Fort Bend County Municipal Utility District No. 116 Election FAQ
As many residents may already know, the Board of Directors (the "Board") of Fort Bend County Municipal Utility District No. 116 ("FBCMUD 116", or the "District") has called for three (3) authorization propositions to be on the election ballot for Saturday, May 1, 2021. To ensure that residents and other constituents of the District have accurate information regarding the proposed authorizations and the Board's goals for the District, we have put together answers for common questions. This page will be updated to address additional questions and provide additional information prior to the election.
What is the District?
The District is responsible for providing water, sanitary sewer, infrastructure and services to approximately 2222 equivalent residential connections within the 744.5090 acres of land within the District.
FBCMUD 116 currently operates and maintains one (1) groundwater plant with onsite water wells, and four (4) sanitary sewer lift stations; the District also utilizes the City of Richmond South Wastewater Treatment Plant-Phase 1. This infrastructure is connected by 23.67 miles of water lines, 12.69 miles of sanitary sewer lines, 2.27 miles of drainage ditches, and 10.80 miles of storm sewer lines.
What is the election?
The language below will be on the ballot for residents of the District when they go to the polls or vote by mail for the May 1, 2021 uniform election, asking voters to select one (1) option of either FOR or AGAINST :
PROPOSITION A – THE ISSUANCE OF UP TO $48,000,000 BONDS FOR WATER, SANITARY SEWER, AND DRAINAGE AND STORM SEWER FACILITIES AND THE LEVY OF TAXES, WITHOUT LIMIT AS TO RATE OR AMOUNT, SUFFICIENT TO PAY THE PRINCIPAL OF AND INTEREST ON THE BONDS
This is the proposition related to the bond authorization amount the District is seeking to complete projects and finance new infrastructure construction to meet growth projections within the District.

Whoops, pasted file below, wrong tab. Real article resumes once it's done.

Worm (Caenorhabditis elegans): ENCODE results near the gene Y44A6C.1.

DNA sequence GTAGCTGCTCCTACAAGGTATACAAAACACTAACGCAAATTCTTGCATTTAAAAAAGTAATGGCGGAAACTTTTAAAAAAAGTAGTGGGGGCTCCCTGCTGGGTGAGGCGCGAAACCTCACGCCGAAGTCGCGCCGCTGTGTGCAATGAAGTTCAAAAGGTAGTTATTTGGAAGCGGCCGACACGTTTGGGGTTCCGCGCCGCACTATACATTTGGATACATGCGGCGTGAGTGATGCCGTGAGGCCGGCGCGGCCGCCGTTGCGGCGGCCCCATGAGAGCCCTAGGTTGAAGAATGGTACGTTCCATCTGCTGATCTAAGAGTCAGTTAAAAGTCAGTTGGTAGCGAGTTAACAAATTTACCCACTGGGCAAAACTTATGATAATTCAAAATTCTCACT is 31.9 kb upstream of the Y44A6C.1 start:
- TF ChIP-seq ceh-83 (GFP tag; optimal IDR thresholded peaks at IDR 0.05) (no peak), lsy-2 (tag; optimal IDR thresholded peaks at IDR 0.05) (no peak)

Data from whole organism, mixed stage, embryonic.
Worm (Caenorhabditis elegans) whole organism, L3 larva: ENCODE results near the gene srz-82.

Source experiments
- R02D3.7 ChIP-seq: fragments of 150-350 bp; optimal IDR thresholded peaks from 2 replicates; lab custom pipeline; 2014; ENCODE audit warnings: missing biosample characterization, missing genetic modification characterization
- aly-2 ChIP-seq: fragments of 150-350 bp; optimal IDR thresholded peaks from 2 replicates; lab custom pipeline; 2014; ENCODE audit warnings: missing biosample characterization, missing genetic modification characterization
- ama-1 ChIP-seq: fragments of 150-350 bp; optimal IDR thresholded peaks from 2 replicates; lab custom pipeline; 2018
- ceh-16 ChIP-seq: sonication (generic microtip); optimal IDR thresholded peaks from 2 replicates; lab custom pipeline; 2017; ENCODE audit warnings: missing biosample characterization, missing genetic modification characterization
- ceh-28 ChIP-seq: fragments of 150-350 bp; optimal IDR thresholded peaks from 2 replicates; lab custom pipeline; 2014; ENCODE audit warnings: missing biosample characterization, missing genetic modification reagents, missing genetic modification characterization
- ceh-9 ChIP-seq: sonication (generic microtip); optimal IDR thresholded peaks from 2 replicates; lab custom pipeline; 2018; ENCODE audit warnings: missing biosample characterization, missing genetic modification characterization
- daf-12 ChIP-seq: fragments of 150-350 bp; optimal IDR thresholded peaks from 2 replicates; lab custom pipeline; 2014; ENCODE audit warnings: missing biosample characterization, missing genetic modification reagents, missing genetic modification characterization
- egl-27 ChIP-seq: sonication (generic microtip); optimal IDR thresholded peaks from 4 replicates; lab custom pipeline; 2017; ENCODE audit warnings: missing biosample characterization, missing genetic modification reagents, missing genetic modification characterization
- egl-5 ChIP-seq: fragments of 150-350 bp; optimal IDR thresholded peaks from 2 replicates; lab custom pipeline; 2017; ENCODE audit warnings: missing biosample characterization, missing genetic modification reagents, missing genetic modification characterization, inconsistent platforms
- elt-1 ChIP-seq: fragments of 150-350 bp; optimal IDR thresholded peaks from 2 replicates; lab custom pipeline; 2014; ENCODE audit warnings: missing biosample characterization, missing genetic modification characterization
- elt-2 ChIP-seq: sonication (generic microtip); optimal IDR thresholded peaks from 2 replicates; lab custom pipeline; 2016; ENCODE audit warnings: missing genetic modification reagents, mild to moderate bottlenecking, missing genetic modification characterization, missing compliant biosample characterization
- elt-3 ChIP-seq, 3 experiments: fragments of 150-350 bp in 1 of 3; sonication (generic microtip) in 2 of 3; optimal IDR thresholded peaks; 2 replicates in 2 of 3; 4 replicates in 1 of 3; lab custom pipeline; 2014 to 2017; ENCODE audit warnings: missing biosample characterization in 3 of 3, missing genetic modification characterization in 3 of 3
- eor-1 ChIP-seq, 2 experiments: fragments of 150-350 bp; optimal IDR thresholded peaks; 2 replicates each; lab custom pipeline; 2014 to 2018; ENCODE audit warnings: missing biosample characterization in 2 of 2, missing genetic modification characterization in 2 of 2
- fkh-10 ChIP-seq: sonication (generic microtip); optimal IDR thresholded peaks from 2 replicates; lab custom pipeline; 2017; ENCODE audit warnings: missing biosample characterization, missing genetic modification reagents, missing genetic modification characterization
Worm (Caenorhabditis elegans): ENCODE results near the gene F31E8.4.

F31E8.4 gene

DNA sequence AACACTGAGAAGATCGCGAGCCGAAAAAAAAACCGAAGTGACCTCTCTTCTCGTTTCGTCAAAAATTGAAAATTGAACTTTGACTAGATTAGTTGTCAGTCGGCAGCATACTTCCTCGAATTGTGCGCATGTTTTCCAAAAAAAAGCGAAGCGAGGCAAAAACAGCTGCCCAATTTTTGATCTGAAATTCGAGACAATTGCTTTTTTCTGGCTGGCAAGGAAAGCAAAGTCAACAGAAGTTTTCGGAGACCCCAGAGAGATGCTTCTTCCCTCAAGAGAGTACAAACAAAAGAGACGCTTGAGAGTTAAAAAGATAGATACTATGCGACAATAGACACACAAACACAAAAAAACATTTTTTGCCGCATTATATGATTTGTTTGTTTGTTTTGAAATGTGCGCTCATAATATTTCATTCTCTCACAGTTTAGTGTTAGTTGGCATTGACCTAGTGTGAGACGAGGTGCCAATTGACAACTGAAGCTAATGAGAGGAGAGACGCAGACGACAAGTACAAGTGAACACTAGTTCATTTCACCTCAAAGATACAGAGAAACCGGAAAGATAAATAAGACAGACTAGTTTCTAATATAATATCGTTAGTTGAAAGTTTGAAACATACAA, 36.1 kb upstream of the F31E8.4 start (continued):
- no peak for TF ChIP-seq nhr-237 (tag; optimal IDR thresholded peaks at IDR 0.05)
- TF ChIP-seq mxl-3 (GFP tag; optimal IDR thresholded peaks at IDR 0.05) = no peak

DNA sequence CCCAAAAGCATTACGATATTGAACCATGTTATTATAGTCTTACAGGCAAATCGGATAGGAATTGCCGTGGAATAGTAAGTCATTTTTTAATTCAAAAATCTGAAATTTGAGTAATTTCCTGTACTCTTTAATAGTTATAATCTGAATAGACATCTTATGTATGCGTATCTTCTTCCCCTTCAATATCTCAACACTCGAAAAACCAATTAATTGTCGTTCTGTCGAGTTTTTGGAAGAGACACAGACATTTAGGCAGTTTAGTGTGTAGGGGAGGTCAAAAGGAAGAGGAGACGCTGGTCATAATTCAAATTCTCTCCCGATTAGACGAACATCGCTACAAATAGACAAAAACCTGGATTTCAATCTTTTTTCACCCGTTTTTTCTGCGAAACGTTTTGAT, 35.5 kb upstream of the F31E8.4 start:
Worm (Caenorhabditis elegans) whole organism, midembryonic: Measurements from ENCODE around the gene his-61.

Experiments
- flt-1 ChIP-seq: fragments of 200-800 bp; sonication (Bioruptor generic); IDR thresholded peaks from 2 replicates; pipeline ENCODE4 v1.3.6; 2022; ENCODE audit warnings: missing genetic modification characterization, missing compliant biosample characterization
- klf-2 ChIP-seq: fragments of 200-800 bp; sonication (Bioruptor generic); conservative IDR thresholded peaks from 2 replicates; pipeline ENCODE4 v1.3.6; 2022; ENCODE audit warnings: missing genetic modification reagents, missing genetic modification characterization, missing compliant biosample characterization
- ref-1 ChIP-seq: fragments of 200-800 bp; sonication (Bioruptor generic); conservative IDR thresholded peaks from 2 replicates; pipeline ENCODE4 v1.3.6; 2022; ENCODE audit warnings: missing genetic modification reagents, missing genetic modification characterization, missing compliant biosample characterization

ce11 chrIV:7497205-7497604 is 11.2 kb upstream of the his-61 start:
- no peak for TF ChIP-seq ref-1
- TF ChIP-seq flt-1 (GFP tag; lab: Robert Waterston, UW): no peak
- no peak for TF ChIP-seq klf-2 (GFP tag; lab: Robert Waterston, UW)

PROPOSITION B – THE ISSUANCE OF $7,500,000 BONDS FOR RECREATIONAL FACILITIES AND THE LEVY OF TAXES, WITHOUT LIMIT AS TO RATE OR AMOUNT, SUFFICENT TO PAY THE PRINCIPAL OF AND INTEREST ON THE BONDS
This is the proposition related to funding the park and trail system projects outlined in the Parks and Open Space Master Plan.
PROPOSITION C – THE ISSUANCE OF UP TO $5,000,000 BONDS FOR REFUNDING RECREATIONAL FACILITIES BONDS OF THE DISTRICT AND THE LEVY OF TAXES, WITHOUT LIMIT AS TO RATE OR AMOUNT, SUFFICIENT TO PAY THE PRINCIPAL OF AND INTEREST ON THE BONDS
Refunding bonds are not bonds to be issued in addition to outstanding bonds; rather, they provide the ability, down the road, if conditions are favorable, to be able to refinance and replace outstanding bonds for a lower interest amount to save the District, and thus the taxpaying residents, debt service costs. Under current requirements applicable to the District, the District would typically need to demonstrate at least a three percent (3%) net present value savings before selling refunding bonds.
What is a bond authorization?
A bond authorization is an authorization to sell bonds to fund district projects. It is similar to a line of credit that a business might use to fund its operations. An authorization is not immediate funding, nor is it a "blank check" to fund the entire amount of the authorization without meeting strict regulatory requirements. While an authorization may be for a large amount, bonds may only be sold once necessary projects are ready to begin or as needed for repairs and maintenance or replacement.